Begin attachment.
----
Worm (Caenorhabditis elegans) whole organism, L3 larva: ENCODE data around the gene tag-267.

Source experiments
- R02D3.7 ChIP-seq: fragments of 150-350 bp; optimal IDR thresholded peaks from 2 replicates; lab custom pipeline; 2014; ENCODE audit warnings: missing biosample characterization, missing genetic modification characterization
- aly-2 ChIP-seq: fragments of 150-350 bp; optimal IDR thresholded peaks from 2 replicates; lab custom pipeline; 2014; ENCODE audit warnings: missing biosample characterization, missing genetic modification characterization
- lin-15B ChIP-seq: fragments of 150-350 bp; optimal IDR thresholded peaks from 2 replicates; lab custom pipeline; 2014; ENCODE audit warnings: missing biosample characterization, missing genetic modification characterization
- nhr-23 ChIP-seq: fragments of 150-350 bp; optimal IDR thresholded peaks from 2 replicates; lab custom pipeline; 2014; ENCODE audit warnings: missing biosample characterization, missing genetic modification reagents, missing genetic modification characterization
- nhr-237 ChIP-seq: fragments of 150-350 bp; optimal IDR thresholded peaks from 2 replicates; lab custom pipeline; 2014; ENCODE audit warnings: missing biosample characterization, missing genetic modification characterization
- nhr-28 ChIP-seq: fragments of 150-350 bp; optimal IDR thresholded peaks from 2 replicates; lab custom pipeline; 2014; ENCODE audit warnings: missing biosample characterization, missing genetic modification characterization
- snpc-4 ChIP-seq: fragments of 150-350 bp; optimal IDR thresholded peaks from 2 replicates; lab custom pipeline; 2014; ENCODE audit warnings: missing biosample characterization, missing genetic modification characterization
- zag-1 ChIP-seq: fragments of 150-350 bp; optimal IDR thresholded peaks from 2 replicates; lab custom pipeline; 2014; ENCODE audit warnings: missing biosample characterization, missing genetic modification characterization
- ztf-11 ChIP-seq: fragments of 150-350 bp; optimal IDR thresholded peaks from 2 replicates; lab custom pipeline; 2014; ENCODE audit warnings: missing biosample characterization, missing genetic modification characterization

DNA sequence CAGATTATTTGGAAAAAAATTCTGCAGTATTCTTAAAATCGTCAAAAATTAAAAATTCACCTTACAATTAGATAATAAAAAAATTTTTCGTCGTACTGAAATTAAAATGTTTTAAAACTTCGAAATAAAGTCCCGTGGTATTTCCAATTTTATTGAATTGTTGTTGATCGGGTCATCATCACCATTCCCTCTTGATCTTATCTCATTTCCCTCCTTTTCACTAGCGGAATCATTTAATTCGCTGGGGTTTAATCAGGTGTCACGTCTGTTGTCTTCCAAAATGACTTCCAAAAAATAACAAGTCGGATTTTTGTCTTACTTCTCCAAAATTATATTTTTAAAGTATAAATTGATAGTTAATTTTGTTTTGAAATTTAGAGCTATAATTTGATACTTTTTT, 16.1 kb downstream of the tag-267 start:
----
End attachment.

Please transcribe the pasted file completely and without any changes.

Worm (Caenorhabditis elegans) whole organism, L3 larva: ENCODE data around the gene tag-267.

Source experiments
- R02D3.7 ChIP-seq: fragments of 150-350 bp; optimal IDR thresholded peaks from 2 replicates; lab custom pipeline; 2014; ENCODE audit warnings: missing biosample characterization, missing genetic modification characterization
- aly-2 ChIP-seq: fragments of 150-350 bp; optimal IDR thresholded peaks from 2 replicates; lab custom pipeline; 2014; ENCODE audit warnings: missing biosample characterization, missing genetic modification characterization
- lin-15B ChIP-seq: fragments of 150-350 bp; optimal IDR thresholded peaks from 2 replicates; lab custom pipeline; 2014; ENCODE audit warnings: missing biosample characterization, missing genetic modification characterization
- nhr-23 ChIP-seq: fragments of 150-350 bp; optimal IDR thresholded peaks from 2 replicates; lab custom pipeline; 2014; ENCODE audit warnings: missing biosample characterization, missing genetic modification reagents, missing genetic modification characterization
- nhr-237 ChIP-seq: fragments of 150-350 bp; optimal IDR thresholded peaks from 2 replicates; lab custom pipeline; 2014; ENCODE audit warnings: missing biosample characterization, missing genetic modification characterization
- nhr-28 ChIP-seq: fragments of 150-350 bp; optimal IDR thresholded peaks from 2 replicates; lab custom pipeline; 2014; ENCODE audit warnings: missing biosample characterization, missing genetic modification characterization
- snpc-4 ChIP-seq: fragments of 150-350 bp; optimal IDR thresholded peaks from 2 replicates; lab custom pipeline; 2014; ENCODE audit warnings: missing biosample characterization, missing genetic modification characterization
- zag-1 ChIP-seq: fragments of 150-350 bp; optimal IDR thresholded peaks from 2 replicates; lab custom pipeline; 2014; ENCODE audit warnings: missing biosample characterization, missing genetic modification characterization
- ztf-11 ChIP-seq: fragments of 150-350 bp; optimal IDR thresholded peaks from 2 replicates; lab custom pipeline; 2014; ENCODE audit warnings: missing biosample characterization, missing genetic modification characterization

DNA sequence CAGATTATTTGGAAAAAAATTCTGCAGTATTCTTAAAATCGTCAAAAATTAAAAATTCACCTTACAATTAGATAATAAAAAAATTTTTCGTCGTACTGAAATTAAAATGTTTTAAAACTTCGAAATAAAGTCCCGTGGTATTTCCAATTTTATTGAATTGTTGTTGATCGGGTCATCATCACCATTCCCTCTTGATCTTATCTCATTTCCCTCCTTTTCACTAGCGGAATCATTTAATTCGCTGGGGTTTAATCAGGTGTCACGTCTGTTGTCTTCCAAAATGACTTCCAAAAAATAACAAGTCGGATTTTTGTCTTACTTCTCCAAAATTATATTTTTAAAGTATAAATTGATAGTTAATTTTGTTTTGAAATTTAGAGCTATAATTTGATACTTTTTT, 16.1 kb downstream of the tag-267 start: